The West Bengal government’s recent decision to give transport subsidy of Rs 40 crore to potato traders, resulted in a steady supply of the crop from West Bengal to Orissa, Assam, Andhra Pradesh and Tamil Nadu over the last three months.

As a consequence, of the total stock in the cold storages till about three months ago, about 70 per cent of the commodity has been sent to the other states. The steady demand from other states comes in the wake of the late crop in most potato-growing states, said Dey.

“In the next three months, potato prices are expected to rise in the local market as the new crop from districts of Bankura and Bardhman is yet to arrive. As a result, we expect a rise in the prices in the coming months. This would help farmers and traders to minimise the losses,” said De.

Farmers mostly had sold the commodity at Rs 140 per quintal, against a cost of Rs 300 per quintal, inclusive of input costs and transportation charges.

The state cold storage association has pegged the collective loss of the traders and farmers associated with the crop at Rs 750 crore.

Last year, potato production in West Bengal was 8.8 million tonnes, an increase of almost 25 per cent over the previous year.

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Business Standard
177 22

Potato production may decrease by 10% in Bengal

Late monsoon showers this year are likely to bring down the potato crop size by at least 10 per cent next year.

Till a few months back, cold storage owners were struggling to get rid of the excess potato but now they are expecting a short supply in the coming months.

Due to late monsoon, the early crop was late by 15-20 days in major markets, said cold storage owners. Early potato crop, which takes nearly 70 days to mature, is in cold storages by the first week of October.

In addition, this year farmers were reluctant to sow potato seed, after they suffered worst-ever losses from the crop to the extent that two of them committed suicide few months back, said Patit Paban De of the West Bengal Cold Storage Association.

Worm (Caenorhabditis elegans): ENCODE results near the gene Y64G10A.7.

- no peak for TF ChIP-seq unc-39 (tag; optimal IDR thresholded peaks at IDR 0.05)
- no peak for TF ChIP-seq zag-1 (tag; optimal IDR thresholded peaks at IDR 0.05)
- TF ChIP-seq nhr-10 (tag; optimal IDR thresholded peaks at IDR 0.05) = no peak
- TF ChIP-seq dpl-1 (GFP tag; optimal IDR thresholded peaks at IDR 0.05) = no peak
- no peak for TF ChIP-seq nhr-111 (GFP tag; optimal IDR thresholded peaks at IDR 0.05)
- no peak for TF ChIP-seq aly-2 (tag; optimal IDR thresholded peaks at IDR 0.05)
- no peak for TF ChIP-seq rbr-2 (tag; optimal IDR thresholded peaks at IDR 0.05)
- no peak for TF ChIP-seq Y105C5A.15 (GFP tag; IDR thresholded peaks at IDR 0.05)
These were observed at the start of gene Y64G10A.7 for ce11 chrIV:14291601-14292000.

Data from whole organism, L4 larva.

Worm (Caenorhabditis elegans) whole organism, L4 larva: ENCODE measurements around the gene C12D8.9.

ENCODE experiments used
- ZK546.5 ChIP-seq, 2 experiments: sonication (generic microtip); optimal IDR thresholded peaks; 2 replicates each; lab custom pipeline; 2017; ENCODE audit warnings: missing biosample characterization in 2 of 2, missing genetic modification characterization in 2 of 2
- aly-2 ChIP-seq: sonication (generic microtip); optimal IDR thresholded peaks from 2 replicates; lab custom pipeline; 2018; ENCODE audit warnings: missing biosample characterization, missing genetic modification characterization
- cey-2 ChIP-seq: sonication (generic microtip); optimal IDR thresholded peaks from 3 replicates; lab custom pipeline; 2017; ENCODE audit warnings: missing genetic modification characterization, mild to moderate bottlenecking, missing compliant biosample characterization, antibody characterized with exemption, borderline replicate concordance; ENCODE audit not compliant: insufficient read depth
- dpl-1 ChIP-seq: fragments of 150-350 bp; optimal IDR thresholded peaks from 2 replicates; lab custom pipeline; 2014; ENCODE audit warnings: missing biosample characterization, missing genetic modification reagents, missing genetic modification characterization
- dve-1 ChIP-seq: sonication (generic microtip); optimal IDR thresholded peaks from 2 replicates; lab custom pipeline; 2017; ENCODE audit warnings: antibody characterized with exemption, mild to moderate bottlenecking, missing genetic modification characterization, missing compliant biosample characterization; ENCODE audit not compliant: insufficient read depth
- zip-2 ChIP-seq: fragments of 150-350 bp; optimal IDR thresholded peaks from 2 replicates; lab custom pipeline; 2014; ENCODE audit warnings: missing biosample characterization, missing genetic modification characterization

“This would result in at least 10 per cent reduction in the crop size next year,” he added. In West Bengal, early potato crop accounts for 8-10 per cent of the total potato cultivation.

The West Bengal government’s recent decision to give transport subsidy of Rs 40 crore to potato traders, resulted in a steady supply of the crop from West Bengal to Orissa, Assam, Andhra Pradesh and Tamil Nadu over the last three months.

As a consequence, of the total stock in the cold storages till about three months ago, about 70 per cent of the commodity has been sent to the other states. The steady demand from other states comes in the wake of the late crop in most potato-growing states, said Dey.

“In the next three months, potato prices are expected to rise in the local market as the new crop from districts of Bankura and Bardhman is yet to arrive. As a result, we expect a rise in the prices in the coming months. This would help farmers and traders to minimise the losses,” said De.

Farmers mostly had sold the commodity at Rs 140 per quintal, against a cost of Rs 300 per quintal, inclusive of input costs and transportation charges.

The state cold storage association has pegged the collective loss of the traders and farmers associated with the crop at Rs 750 crore.

Last year, potato production in West Bengal was 8.8 million tonnes, an increase of almost 25 per cent over the previous year.

image
Business Standard
177 22